The scheme concerned is currently held out by the providers to be a successful strategy for the avoidance of the consequences imposed by Paragraph 3 of Schedule 12 to the Finance Act 2000 (commonly known as “IR35”). This analysis examines what the arrangement is attempting to achieve, highlights the ways in which it may fail to meet these objectives and gives an assessment of the potential impact on a company of involvement with this structure.
How the structure purports to work
The suggested structure is as follows:
1. The contractor ceases using his service company, and becomes an employee of a composite company but the individual has no shares in this composite company and is not in partnership with it.
2. The client company or the agent no longer pay fees to the service company owned by the contractor, but, instead, pay fees to the composite company who, presumably, would account for VAT on the fees received.
3. The composite company charges a percentage fee of the amounts received under the contract, and appears, in addition, to be able to provide group life, health and sickness insurance, and group pension arrangements.
4. The individual is be paid a salary that, at the very least, covers the minimum wage, and PAYE and NIC would be applied to this salary.
5. The composite company then makes a contribution to an employee benefit trust ("EBT") located in the Isle of Man. This contribution would comprise the balance of the fee received from the client company or agency net of the composite company’s own fee, and amounts paid by way of salary and associated NIC costs.
6. The trustees of the EBT would then make a loan, interest free, to the individual, which represents the balance of the net fee received. This means that the entire fund held by the trustees would be passed out by way of loan to the individual concerned.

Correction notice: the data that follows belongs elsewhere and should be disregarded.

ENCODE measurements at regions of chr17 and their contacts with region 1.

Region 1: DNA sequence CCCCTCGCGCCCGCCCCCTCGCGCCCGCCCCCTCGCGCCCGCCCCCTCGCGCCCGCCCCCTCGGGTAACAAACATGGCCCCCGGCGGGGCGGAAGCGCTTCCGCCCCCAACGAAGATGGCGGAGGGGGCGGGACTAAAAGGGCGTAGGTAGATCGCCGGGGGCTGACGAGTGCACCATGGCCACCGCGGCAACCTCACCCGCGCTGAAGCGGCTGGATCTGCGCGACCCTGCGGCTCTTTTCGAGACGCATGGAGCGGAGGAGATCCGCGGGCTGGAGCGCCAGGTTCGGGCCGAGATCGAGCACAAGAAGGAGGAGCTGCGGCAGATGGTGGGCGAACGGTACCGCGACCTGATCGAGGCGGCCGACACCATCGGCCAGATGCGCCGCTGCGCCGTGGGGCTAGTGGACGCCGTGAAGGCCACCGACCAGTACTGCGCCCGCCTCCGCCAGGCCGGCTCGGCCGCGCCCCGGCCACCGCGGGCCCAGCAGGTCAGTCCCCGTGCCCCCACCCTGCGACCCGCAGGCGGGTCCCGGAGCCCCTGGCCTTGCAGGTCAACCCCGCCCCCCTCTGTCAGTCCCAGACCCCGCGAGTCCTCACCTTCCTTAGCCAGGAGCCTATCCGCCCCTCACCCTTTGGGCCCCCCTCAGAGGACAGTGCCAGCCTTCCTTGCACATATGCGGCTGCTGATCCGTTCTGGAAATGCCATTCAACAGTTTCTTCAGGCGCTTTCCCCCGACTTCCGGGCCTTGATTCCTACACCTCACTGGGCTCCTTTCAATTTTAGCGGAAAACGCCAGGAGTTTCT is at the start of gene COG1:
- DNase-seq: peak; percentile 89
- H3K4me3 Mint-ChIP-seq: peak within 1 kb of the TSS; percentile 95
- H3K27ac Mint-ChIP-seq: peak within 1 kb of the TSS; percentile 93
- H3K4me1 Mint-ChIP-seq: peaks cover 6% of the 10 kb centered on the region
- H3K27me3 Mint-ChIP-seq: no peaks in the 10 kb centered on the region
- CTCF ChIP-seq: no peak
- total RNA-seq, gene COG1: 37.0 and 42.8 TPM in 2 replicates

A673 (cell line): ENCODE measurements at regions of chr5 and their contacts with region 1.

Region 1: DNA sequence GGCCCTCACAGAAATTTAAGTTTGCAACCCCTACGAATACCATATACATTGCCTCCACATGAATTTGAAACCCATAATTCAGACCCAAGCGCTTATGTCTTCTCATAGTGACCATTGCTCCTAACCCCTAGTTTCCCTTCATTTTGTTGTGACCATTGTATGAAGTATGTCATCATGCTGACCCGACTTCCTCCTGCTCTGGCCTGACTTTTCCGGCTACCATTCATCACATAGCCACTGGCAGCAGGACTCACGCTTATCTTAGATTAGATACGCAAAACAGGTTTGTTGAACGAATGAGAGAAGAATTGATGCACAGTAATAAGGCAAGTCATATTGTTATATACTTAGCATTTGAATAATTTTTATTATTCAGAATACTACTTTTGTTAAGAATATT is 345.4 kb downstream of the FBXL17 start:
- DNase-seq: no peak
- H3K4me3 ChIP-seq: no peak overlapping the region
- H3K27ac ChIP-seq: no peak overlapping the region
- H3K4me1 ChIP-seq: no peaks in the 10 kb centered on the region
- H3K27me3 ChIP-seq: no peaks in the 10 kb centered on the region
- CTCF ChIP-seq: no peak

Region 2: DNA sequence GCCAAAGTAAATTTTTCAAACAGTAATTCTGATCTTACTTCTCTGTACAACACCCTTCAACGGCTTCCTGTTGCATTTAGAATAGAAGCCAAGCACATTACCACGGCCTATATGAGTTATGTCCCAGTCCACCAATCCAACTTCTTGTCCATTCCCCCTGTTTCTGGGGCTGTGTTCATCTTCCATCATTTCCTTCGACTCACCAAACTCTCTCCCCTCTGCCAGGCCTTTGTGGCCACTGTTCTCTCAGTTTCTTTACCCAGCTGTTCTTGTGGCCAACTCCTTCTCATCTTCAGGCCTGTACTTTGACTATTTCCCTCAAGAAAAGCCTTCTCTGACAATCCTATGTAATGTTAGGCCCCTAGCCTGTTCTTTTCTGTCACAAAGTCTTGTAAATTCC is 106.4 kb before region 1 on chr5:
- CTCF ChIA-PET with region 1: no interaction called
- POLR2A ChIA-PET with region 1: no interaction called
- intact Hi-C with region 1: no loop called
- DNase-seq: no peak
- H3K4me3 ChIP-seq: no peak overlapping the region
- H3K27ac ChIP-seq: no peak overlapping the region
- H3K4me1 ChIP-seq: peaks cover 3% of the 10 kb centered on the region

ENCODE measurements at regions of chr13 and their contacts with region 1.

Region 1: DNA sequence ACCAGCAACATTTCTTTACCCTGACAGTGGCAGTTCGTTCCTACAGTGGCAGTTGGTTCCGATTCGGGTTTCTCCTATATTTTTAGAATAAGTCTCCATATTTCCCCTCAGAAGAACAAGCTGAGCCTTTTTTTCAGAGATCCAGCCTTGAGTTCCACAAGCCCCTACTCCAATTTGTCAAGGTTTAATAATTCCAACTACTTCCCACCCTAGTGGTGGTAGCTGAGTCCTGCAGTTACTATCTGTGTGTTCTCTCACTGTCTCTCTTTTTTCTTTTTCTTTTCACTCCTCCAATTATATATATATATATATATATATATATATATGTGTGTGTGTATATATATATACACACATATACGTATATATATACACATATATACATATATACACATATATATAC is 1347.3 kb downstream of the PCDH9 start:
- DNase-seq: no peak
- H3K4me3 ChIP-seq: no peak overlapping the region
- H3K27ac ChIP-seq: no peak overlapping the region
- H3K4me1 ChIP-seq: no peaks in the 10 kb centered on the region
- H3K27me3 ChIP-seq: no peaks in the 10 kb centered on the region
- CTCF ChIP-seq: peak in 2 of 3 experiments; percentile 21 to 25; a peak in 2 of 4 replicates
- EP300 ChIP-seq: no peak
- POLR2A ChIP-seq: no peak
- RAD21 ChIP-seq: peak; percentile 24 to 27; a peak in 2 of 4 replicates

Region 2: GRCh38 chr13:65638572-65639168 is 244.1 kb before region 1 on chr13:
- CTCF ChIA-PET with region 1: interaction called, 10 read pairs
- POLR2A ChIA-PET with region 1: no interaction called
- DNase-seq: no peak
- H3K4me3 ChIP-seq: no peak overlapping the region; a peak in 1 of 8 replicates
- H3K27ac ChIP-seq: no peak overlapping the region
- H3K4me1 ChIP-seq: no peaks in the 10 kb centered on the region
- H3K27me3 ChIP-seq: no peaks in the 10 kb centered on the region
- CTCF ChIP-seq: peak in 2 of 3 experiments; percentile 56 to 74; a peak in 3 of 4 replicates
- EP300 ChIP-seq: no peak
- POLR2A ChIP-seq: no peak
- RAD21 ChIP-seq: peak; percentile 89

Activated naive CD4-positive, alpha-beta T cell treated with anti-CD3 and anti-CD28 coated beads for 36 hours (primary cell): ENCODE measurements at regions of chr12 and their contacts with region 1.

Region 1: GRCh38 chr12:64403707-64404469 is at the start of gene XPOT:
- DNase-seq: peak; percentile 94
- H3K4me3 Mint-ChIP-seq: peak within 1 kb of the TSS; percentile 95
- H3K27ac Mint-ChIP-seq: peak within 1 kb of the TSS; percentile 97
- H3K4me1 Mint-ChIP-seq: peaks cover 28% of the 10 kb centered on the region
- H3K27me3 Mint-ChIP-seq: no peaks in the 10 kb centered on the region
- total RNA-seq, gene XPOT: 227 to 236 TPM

7. There would be no terms for the repayment of this loan which, in practice, would be written off when the employee leaves the company. An income tax liability would arise each year based on the benefit of the interest free loan which, under current rates, would give rise to an annual income tax liability based on 5% of the loan. This tax liability would accumulate each year as the loan increases. It would appear that it is argued that no income tax liability would accrue when the loan is ultimately written off.
Analysis of why the structure may fail
In the view of the author, the structure is flawed in several respects, although it would be true to say that the provisions emanating from IR35 would not seem to apply.
A number of issues need to be considered.
Commerciality of the structure
It is difficult to see a bona fide commercial rationale for the structure. This is important as the Inland Revenue can ‘look through’ any arrangement the primary purpose of which is the avoidance of tax.
The trustees of the EBT have no discretion as to the application of the funds contributed to the trust by the composite company. Each of the individuals employed by the composite company is entitled to a very specific sum which must be paid out (or ‘loaned’) to them by the trustees, presumably very soon after the contribution has been made.
It could be argued, therefore, that the loans are not discretionary payments from a wholly independent settlement, but instead that the trustees are acting as no more than a conduit for the composite company, such that PAYE and NIC should be applied to the whole of the amount paid to the individual contractors. This would mean that the contractors would be in exactly the same position as they would have been in have they been treated as straight-forward employees of the company (assuming the composite company forgoes their percentage fee).
Assuming that the trustees are able to make loans to the employee that are not caught by PAYE, there remains an annual benefit-in-kind charge to be applied to the outstanding loan as described above.